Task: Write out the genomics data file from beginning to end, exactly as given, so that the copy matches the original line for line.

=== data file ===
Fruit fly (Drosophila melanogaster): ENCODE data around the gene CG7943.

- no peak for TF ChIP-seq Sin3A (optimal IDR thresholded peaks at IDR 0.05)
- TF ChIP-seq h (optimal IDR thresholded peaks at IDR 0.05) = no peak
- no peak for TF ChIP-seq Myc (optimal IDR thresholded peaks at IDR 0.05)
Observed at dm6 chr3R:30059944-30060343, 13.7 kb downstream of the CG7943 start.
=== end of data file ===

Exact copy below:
Fruit fly (Drosophila melanogaster): ENCODE data around the gene CG7943.

- no peak for TF ChIP-seq Sin3A (optimal IDR thresholded peaks at IDR 0.05)
- TF ChIP-seq h (optimal IDR thresholded peaks at IDR 0.05) = no peak
- no peak for TF ChIP-seq Myc (optimal IDR thresholded peaks at IDR 0.05)
Observed at dm6 chr3R:30059944-30060343, 13.7 kb downstream of the CG7943 start.